The Raven's Seal, by Andrei Baltakmens

The Raven's Seal
Andrei Baltakmens' The Raven's Seal is an amazing work of historical mystery set in fictional city of Airenchester, England in 1776. Baltakmens has an incredible gift for writing in period English without bogging it down with either unnecessary Dickensian bluster or anachronisms. Even if the plot weren't great (which it is), it would be a treat to read this book just for the language Baltakmens uses. 

We meet out protagonist, Thaddeus Grainger, just as he is about to make his exit from a society dance and head for his favorite pub. At this point in the novel, Grainger is not a very nice person. He is not quite as awful as the other people in his social circle, but he's still a bit of a rake and he certainly doesn't take things as seriously as he should. Shortly after the book opens, Grainger challenges another gentleman (not in the literal sense of the word) to a duel over Cassandra Redruth, a poor girl who was pawed while trying to look for her brother in the pub where Grainger and Massingham were (separately) whiling away an evening. The duel doesn't go well for Grainger, though he isn't fatally wounded. Massingham goes off to celebrate. The next thing anyone knows, Grainger is arrested for Massingham's murder.

Nothing goes Grainger's way, as witnesses come forward to condemn him. He barely escapes the noose and is sentenced to Bellstrom Prison, a "gaol [that] provided a college for villainy, wherein its doctors in crime graduated to that most thorough and relentless examiner, the noose" (202*) You'd expect such a naive and unworldly man as Grainger to shortly get the dog snot beaten out of him, but he manages to make some allies among the older prisoners who tutor him in how to get along. Grainger, along with his friend William Quillby and Cassie Redruth, strive to gather evidence showing the Grainger was framed. As time passes, it becomes clear that Grainger's imprisonment is but a small part of a colossal conspiracy that takes in pretty much all crime and fraud in and around Airenchester. All signs point back to a mysterious figure known by his sign, a raven's foot in a seal of black wax, and Bellstrom Prison.

Baltakmens did mountains of research about this period in England's history, especially regarding the penal system of the time. But he has a remarkably light touch with exposition. You get a clear sense of the wretched conditions of the prisoners who could not afford the prison warden's "garnish"--fees for better rooms, food, etc. You also get a close look at the sharp divide between the "respectable" wealthy and the poor. If you have money, it seems like you can get away with just about anything. But if you're poor or don't play by the rules set up by the wealthy, well, you're in for a world of injustice.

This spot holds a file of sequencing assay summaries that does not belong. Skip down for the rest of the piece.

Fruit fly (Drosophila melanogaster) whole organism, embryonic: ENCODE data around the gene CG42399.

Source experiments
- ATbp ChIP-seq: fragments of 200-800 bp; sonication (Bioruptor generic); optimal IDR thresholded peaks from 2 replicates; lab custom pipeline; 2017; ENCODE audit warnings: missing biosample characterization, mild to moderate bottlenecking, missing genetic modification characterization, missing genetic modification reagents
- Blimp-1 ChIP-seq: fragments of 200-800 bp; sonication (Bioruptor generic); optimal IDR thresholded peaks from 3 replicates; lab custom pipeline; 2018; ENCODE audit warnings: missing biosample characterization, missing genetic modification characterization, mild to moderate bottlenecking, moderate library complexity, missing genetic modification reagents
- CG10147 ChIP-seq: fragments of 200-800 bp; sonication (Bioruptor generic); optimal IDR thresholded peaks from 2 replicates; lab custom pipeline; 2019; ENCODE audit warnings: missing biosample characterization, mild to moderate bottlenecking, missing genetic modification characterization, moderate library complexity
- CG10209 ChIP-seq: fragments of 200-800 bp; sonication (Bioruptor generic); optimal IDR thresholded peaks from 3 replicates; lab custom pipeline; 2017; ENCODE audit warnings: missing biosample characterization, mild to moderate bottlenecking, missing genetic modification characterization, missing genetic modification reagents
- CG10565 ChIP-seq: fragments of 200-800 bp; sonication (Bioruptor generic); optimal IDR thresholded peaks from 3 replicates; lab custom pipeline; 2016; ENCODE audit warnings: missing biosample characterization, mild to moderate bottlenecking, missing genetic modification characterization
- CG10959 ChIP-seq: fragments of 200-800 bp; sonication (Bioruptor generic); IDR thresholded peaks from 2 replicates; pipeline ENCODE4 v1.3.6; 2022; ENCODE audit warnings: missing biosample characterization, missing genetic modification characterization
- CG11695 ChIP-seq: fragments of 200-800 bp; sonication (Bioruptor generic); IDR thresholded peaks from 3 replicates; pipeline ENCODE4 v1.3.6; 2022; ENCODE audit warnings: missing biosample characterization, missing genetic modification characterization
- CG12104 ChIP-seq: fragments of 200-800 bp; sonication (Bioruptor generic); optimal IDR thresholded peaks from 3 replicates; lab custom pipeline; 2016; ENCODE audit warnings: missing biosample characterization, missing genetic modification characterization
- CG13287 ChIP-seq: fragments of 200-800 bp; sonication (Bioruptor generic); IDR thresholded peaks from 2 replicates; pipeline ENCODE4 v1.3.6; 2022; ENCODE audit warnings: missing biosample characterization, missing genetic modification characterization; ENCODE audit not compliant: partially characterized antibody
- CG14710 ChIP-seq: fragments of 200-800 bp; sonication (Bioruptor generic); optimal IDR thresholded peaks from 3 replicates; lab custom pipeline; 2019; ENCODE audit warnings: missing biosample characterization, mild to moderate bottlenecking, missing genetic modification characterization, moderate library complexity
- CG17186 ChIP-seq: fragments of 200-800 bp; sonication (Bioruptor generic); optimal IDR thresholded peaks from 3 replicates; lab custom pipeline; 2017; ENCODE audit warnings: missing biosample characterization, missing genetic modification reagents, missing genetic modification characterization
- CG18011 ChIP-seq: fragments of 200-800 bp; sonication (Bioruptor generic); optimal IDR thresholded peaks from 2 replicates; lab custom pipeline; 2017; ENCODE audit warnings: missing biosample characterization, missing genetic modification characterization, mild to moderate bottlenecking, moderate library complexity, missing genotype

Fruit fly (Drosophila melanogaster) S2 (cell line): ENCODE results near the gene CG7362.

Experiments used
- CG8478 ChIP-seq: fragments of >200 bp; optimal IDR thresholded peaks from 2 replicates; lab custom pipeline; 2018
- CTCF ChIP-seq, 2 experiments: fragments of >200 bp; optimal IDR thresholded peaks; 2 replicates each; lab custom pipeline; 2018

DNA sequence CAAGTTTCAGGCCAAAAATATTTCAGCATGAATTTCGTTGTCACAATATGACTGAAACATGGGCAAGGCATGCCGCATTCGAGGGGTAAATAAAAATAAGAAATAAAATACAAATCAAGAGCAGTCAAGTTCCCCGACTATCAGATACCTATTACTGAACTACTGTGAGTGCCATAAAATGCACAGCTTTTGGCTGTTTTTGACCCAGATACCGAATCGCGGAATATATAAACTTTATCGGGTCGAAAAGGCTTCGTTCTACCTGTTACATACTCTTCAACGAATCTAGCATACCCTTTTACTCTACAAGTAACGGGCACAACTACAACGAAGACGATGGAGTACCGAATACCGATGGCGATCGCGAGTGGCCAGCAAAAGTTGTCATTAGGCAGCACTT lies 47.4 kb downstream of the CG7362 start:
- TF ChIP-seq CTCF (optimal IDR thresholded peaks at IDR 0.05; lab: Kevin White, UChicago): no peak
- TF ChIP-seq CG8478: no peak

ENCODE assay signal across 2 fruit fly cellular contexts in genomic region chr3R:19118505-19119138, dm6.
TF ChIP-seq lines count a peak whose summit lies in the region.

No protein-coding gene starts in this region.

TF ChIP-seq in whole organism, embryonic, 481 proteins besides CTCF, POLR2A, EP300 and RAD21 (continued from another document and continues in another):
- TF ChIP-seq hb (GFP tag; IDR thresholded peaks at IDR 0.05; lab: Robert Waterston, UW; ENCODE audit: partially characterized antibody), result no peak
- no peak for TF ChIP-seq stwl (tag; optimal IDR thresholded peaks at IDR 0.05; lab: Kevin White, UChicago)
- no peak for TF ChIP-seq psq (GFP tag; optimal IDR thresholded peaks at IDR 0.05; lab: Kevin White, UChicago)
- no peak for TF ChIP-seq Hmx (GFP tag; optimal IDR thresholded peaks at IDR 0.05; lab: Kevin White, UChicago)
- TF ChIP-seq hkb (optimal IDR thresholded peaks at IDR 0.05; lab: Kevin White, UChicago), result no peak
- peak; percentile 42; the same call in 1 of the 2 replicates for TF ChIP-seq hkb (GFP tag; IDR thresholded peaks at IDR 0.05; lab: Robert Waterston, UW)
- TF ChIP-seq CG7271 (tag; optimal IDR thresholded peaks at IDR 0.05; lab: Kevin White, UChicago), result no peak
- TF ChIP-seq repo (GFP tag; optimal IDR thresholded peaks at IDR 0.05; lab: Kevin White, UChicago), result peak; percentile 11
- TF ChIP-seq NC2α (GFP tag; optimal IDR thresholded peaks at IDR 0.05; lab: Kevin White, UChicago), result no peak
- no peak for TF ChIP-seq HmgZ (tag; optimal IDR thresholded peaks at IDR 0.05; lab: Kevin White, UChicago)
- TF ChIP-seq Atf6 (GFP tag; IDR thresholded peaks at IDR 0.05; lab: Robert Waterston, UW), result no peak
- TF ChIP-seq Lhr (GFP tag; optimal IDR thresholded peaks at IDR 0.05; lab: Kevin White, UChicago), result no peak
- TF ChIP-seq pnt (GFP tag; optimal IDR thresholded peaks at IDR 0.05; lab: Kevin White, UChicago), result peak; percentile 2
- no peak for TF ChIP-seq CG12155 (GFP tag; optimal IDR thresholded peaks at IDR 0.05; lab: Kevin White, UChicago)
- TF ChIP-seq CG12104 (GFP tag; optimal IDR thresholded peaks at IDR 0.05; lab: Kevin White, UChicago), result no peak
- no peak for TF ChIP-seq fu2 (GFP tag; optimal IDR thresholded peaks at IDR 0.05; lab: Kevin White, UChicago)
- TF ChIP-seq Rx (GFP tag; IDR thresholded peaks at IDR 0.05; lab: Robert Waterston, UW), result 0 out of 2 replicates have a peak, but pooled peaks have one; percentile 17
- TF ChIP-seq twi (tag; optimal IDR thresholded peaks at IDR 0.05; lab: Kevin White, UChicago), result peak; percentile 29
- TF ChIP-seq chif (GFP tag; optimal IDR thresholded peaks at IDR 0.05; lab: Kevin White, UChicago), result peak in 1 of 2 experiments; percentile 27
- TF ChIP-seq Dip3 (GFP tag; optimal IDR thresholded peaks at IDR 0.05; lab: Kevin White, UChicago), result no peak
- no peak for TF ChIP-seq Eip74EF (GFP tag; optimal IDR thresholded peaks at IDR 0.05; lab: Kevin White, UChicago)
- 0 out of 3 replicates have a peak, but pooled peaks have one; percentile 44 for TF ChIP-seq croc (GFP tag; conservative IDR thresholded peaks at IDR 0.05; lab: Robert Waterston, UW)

I very much look forward to more from Baltakmens. This is easily my favorite book of the year.

* Quote is from the 2012 kindle edition, published by Top Five Books, LLC.

The Damnation Affair, by Lilith Saintcrow

I received an ebook copy of Saintcrow's The Damnation Affair as a prepub from Netgalley.com

The Damnation Affair
Lilith Saintcrow's The Damnation Affair is a standalone entry in the author's alternate history/steampunk Bannon and Clare series. You really don't need to read the first book, though you might want to in order to get a better handle on the curious world Saintcrow created.

Our heroine is Catherine Barrowe-Browne, a Boston society girl who takes up a post as schoolmarm in a town called Damnation in order to tack down her wayward brother. As soon as she arrives in the desolate town, she strikes the fancy of good guy Jack Gabriel, the town's sheriff. So far, the story is pretty much par for the course. But then the zombies turn up. As Catherine tries to find her brother, Gabriel keeps the town safe from zombie incursions and investigates a curious occurrence in the mountains around Damnation. It seems that someone (it doesn't take much of an effort to work out who) woke up something evil and hungry while trying to find gold. As the town's positions gets more and more dicey, the plot works up to a very interesting plot twist near the end that changes how you see Catherine and Jack.

Even though the setting remains a little vague and the characters a little shallow, this is a fun read. I really enjoyed the twist; I really was not expecting what happened. And I am very curious to see what happens to these characters next, if Saintcrow works them into the main series as I expect she will.

Cinder, by Marissa Meyer

This book--more specifically, the ending of this book--is going to piss off a lot of readers. I just wanted to get that out there before I carry on with the rest of my review of Marissa Meyer's Cinder.

Cinder is, as expected, a retelling of the Cinderella story. In Meyer's version, the retelling includes magical people who live on the moon, androids and cyborgs, a deadly plague, references to a World War IV, and an evil alien queen. It's amazing what Meyer crams into a surprisingly small amount of exposition. In this version, our putative Cinderella is a mechanic living in New Beijing. She's also a cyborg. She has an uncaring stepmother and one stereotypical stepsister. (The other stepsister is a very nice person.) Because she has a reputation as a very good mechanic, she gets a commission to repair an android by the incognito prince. And, of course, there's a ball.